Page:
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Maharashtra polls: Short, but not sweet

By Mahesh Vijapurkar
September 30, 2009 17:21 IST
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This time, the elections to Maharashtra Legislative Assembly could have been short and sweet because the names on the ballots were frozen on September 29 and they are to be cast on October 13 – just a nice tight schedule of just a fortnight. Instead, this promises to be quite bitterly contentious, unpredictable, and has virtually every party and alliance in a fix about the campaign.

It is going to be a single day poll. That puts a constraint on the number of places any party's big-ticket leader can hop from stump to stump canvassing for support. Sheer logistics is going to be a nightmare, especially because after the death of Y S Rajashekara Reddy's death in a helicopter crash. That means of transport seems less favoured now though not entirely abandoned.

Which means, depending on longer hauls in cars, even if they are high-speed vehicles to cover as much ground as possible. It also means each constituency gets much less time and attention because there is not enough to divide between the claimants when the clamour for support, any support, becomes unmanageable.

Advantage lost

The only advantage of the single-day poll is that the people would be less inflicted with the sound and fury of the campaign where decibel levels are raised, the streets are clogged, life disrupted and interfere less with the preparations for Diwali. However, that does not amuse the several parties or their leaders because they are at a distinct disadvantage. Their spending is not going to be less. Next few days would go in preparing for the push towards the ballot boxes. Then it would be frenzied.

That means, though short, the campaign is going to stretch the human ability of even the robust leaders like Sharad Pawar who can take more heat and dust than any other politician known can. Others like Uddhav and Raj Thackeray, being younger can manage this rough and tumble but it is not going to be easy. Money may not be a constraint to all parties, but time certainly is.

The quirk

Another peculiarity of this election is the sheer unpredictability of the outcome even in the well-nursed constituencies of the barons who are in the fray. The spate of rebels has put a new dimension to the contests which were already multi-polar in virtually all seats, with atleast two set ups -- the Maharashtra Navnirman Sena and the Republican Left Democratic Alliance -- posing a threat. The least they can do is be spoilers.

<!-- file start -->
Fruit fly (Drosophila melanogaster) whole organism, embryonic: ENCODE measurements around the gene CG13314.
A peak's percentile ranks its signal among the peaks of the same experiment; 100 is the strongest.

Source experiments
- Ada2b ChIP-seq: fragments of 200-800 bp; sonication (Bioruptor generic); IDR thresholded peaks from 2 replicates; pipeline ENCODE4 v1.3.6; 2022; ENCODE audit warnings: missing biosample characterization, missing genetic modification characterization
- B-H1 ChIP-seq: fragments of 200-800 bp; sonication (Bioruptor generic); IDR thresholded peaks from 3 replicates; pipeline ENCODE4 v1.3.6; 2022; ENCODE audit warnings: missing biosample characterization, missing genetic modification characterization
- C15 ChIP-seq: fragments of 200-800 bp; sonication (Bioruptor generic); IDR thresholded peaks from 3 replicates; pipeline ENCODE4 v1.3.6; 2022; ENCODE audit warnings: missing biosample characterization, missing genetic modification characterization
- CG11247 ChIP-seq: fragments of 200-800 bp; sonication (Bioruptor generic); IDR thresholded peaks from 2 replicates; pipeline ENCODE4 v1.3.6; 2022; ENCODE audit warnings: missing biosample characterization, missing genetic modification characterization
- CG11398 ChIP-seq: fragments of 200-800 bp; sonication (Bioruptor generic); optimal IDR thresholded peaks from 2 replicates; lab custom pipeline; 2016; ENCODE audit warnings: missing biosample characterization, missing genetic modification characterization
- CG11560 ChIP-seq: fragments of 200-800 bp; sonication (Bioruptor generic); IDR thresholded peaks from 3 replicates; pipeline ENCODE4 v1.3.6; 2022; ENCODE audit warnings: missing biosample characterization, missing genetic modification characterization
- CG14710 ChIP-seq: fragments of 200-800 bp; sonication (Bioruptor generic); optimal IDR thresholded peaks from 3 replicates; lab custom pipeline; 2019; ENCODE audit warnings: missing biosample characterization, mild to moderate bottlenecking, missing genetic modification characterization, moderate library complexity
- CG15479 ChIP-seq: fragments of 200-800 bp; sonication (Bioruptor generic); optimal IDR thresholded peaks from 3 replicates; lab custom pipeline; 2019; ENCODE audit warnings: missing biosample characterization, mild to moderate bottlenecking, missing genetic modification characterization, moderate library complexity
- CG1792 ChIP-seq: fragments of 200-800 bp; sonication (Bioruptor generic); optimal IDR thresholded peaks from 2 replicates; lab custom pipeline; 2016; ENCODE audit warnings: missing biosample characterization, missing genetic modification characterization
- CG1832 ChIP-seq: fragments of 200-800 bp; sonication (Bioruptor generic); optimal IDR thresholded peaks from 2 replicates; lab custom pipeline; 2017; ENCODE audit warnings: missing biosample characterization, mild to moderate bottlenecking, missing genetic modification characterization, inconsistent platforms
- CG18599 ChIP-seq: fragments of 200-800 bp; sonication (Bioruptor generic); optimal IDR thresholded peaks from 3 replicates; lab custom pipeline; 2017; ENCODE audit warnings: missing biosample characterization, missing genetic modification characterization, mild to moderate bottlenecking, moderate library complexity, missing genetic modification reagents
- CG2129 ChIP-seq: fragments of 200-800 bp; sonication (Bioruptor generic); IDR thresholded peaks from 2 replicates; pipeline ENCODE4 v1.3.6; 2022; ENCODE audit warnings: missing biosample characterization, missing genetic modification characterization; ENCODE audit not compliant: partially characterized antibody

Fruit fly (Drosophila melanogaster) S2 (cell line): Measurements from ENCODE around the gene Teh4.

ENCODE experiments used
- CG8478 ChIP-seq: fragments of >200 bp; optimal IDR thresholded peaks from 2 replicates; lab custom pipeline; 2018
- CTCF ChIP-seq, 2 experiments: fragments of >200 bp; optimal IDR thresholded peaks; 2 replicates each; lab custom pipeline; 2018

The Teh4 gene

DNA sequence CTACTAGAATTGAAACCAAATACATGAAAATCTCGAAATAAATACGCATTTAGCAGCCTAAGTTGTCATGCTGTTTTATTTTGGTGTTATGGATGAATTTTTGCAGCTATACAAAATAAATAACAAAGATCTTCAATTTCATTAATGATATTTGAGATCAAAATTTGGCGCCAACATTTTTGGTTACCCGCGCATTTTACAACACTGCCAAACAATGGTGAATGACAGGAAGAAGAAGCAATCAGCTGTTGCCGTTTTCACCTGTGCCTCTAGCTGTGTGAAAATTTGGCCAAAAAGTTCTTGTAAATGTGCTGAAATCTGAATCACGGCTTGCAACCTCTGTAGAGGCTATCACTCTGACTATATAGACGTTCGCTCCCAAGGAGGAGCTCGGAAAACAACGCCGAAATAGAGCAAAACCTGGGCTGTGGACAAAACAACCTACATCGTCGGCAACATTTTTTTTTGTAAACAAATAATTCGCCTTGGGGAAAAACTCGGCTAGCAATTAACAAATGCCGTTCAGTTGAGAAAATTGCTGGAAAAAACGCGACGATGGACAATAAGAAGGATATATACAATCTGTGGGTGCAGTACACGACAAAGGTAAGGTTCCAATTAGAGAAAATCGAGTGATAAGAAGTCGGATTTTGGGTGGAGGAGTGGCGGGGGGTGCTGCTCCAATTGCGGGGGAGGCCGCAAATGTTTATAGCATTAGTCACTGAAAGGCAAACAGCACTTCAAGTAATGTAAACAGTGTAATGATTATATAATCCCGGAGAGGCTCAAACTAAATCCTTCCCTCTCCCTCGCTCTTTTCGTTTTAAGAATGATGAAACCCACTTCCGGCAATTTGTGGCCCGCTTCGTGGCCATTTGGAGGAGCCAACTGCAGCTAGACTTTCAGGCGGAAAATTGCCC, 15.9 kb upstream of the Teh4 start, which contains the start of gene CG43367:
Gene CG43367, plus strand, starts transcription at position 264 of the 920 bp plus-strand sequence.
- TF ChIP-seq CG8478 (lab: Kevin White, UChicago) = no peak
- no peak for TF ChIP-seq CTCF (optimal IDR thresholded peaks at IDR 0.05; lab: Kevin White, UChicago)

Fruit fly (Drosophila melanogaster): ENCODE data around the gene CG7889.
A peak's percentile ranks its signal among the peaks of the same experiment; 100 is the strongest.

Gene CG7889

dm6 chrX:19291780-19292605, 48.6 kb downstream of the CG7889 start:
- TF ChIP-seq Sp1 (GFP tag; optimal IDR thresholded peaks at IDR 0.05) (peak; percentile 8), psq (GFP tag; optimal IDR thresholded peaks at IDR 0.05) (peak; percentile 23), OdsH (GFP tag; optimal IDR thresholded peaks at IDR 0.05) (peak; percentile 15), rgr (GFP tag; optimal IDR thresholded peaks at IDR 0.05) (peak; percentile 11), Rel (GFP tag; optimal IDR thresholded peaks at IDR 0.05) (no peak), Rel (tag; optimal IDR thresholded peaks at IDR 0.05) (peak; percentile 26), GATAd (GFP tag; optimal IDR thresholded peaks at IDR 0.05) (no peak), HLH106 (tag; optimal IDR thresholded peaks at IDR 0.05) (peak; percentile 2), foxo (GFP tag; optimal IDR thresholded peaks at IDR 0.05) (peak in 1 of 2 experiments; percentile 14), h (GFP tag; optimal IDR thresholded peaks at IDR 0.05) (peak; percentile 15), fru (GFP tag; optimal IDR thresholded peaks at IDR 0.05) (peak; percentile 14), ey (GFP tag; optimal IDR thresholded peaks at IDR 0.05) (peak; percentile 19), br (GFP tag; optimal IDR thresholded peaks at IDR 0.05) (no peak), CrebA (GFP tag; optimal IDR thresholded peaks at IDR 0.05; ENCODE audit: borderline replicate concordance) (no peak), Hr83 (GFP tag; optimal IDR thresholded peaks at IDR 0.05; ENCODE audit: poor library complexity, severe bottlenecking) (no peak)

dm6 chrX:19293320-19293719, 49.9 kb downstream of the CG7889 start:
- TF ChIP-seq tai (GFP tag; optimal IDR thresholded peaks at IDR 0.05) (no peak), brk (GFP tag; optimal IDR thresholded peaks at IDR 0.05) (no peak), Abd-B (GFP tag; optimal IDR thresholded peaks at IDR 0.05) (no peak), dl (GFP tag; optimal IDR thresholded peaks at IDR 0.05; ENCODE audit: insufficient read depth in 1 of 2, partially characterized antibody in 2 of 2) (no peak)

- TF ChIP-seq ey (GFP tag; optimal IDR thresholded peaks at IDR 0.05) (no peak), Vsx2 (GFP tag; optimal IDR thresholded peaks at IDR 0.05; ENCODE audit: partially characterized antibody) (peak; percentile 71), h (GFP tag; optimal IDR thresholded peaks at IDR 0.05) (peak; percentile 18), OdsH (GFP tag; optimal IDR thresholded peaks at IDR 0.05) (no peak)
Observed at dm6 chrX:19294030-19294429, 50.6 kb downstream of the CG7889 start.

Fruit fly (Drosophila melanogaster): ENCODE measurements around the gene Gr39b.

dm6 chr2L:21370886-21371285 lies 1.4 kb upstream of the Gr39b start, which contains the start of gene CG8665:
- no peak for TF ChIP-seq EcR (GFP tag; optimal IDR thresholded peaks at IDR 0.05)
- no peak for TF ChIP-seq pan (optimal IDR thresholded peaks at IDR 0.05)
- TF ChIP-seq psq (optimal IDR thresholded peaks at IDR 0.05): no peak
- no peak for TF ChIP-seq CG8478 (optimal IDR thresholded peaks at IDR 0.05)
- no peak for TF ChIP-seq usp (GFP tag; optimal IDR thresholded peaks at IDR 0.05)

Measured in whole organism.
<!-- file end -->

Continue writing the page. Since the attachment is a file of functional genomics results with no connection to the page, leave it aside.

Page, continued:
Much time could have been saved for the campaign had the parties gone in for quick seat-sharing arrangements. They spent it instead in haggling, after initially indicating the need to go it alone, as far as the Nationalist Congress Party and the Congress were concerned. So much so, these two parties lost precious time and could not formulate their manifesto, opting for a joint document instead at the last moment. Here too, they found that opposition parties had taken the wind out of their sails with clones of their intended poll promises.

Though the BJP and the Shiv Sena tied up the seats, they have not fared any better in securing a lead in the campaign. The steam could not be gathered quickly enough because of the latter's preoccupation with having to fight the intra-family battle between Uddhav and Raj. However, Raj, with some 125 constituencies to cover, given his maverick status in politics now, is getting a lot more media attention.


In this background, not just poll pundits, but even the party bosses are now in a sweat. Of course, the potential damage each rebel can do to the official candidates is seen as immense, and the big leaders are dwarfed because their dictats the rebels to withdraw were unheeded. There is scarcely a precedent of such a large scale, collective thumbing of noses at the bosses. That only underscores that politics is less to do with ideologies, programmes and more a frothing up of personal ambitions.

All political parties come out as if they are so weak that they could not control their local barons. The most affected, of course, is the Congress and apparently, the talk of wanting to go alone, initiated by Vilas Deshmukh seems to have stoked many an individual's ambitions. When the seat sharing came through, they hardly had any room to manoeuvre themselves out of the race. Even the NCP leadership appears weak on this count for similar reasons.

To a plan?

Unless, of course, the rebels are clandestine strategies of major rival parties to stymie the chances of their alliance partner's candidates chances and cut each other down to size so that it becomes easier to dictate terms when the spoils have to be shared when the cookie crumbles on the counting day. This has happened in the past, but on a relatively smaller scale. This time, it appears to be unplanned. So be prepared for several surprises.

The short course of the campaign, it would be assumed, would mean less spending because the number of days to spend on is fewer. However, that is not going to be the case because given the moneybags characteristics of most candidates, and the high stakes involved and reputations to prove and keep. That is so because a rebel losing his bid stands to be in disfavour for atleast half a decade with the party he belonged to; a rebel winning is embraced with open arms when coalitions are fighting for even a marginal numerical advantage.

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Mahesh Vijapurkar